Mr Sekata’s re­marks mark the first ever time that a key player in the cur­rent seven party coali­tion govern­ment has pub­licly con­firmed that the govern­ment would never fol­low SADC’S key rec­om­men­da­tion to fire Kamoli.

This stance will likely com­pli­cate ef­forts to achieve long last­ing sta­bil­ity and rec­on­cil­i­a­tion as all ex­iled op­po­si­tion lead­ers have made Lt-gen Kamoli’s fir­ing –– as per the SADC rec­om­men­da­tions –– a key pre-con­di­tion for their re­turn.

“Of the four rec­om­men­da­tions made by SADC’S Phumaphi Com­mis­sion, it’s funny that the op­po­si­tion and the rest of the peo­ple who say they are con­cerned and want them speed­ily im­ple­mented, are just in­ter­ested in the re­moval of Ntate Kamoli,” Mr Sekata said.

“The LCD has made it very clear that we have al­ways wanted Ntate Kamoli as army com­man­der, when on the other hand, the op­po­si­tion wanted Maa­parankoe Ma­hao. So how is it pos­si­ble that af­ter the peo­ple have spo­ken and en­trusted us with the govern­ment, we even dare think of re­mov­ing this com­man­der we al­ways wanted?

“We were voted into power be­cause of what we were say­ing in our cam­paigns. We got the com­man­der we al­ways be­lieved in so the op­po­si­tion can’t just wish him away. He is there un­til 2020, at the ear­li­est, and that is only if the op­po­si­tion gets back into govern­ment through demo­cratic elec­tions.”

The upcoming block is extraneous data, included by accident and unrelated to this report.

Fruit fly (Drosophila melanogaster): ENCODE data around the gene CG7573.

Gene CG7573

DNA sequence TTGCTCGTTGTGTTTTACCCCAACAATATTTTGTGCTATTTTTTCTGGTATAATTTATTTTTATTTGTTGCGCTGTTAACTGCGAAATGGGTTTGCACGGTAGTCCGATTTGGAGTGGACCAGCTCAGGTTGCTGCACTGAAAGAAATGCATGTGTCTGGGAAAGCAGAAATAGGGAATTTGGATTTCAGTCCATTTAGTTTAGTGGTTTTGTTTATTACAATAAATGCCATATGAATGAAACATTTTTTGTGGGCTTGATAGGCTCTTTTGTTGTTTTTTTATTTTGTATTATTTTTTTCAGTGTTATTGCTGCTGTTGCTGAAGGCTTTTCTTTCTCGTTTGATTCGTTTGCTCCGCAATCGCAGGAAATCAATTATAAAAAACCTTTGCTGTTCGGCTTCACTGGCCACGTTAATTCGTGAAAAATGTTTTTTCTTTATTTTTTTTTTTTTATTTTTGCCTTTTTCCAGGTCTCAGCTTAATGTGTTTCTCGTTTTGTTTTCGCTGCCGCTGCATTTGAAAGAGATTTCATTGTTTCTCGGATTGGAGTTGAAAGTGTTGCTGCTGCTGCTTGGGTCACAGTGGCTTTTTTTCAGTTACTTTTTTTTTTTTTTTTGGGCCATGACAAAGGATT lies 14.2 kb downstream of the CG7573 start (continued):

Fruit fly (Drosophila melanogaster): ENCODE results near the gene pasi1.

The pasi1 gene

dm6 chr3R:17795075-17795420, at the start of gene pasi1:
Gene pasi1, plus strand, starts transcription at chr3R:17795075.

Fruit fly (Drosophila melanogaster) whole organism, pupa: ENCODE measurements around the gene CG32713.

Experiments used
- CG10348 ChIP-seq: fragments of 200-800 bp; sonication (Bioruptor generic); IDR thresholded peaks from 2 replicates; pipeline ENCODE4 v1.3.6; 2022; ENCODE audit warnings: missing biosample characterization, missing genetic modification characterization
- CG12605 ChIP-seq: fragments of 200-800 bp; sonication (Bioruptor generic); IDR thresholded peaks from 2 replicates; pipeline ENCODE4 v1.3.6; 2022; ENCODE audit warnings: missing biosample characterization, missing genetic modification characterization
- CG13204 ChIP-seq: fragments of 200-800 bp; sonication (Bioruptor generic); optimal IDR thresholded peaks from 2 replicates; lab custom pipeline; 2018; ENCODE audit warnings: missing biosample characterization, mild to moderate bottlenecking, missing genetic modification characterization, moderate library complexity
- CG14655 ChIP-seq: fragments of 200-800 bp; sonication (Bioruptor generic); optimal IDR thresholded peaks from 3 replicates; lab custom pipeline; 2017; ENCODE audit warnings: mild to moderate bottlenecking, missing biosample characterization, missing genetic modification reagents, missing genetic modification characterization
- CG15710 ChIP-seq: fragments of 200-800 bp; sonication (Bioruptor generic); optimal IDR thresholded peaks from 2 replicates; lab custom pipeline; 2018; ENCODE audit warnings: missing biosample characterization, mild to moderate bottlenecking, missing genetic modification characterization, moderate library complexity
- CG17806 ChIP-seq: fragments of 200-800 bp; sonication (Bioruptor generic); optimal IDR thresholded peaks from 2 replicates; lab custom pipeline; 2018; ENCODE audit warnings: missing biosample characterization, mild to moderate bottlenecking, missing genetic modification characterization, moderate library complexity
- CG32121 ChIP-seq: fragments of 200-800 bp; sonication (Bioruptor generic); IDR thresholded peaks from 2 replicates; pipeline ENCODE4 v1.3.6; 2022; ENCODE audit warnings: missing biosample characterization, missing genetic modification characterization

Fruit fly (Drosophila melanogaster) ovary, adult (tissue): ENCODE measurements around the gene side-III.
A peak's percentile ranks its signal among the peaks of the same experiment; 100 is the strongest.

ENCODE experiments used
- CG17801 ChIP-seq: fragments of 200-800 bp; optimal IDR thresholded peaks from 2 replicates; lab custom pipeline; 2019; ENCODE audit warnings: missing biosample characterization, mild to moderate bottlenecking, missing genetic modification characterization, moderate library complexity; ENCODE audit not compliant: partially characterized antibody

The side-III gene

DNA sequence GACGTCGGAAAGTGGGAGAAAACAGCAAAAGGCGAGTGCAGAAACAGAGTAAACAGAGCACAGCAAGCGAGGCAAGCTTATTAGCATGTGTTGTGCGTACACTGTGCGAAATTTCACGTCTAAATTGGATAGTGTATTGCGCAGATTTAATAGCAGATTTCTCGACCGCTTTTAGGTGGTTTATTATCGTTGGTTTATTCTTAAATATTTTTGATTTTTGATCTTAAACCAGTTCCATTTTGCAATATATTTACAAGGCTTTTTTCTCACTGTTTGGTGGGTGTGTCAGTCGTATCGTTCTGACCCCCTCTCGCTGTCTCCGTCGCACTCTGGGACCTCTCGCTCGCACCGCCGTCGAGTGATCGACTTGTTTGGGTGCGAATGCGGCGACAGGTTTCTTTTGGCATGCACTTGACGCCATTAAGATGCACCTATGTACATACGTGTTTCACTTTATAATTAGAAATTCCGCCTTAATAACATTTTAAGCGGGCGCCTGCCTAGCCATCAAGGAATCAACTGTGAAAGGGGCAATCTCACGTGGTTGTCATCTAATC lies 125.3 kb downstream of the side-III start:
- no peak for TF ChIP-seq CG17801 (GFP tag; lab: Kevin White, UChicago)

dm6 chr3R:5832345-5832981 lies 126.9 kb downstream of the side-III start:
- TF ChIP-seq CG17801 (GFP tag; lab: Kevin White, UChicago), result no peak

Mr Sekata also said it was now very im­por­tant for ex­iled op­po­si­tion lead­ers to re­alise that they might have to stay in South Africa un­til 2020 if Lt-gen Kamoli’s re­moval is a con­di­tion for their re­turn.

“Those op­po­si­tion lead­ers will have to make peace with Kamoli be­ing the com­man­der be­cause he is not go­ing any­where any­time soon. It’s ei­ther they make peace with it or wait for the next elec­tions in 2020. And if they are lucky and are voted back into power, then and only then shall their wish to re­move him be granted,” said Mr Sekata, in the most ef­fu­sive re­marks yet against the SADC rec­om­men­da­tion for the army com­man­der’s ouster.

“Un­til the King has dis­solved par­lia­ment in 2020 and called for the next elec­tions, Com­man­der Kamoli re­mains in his po­si­tion.”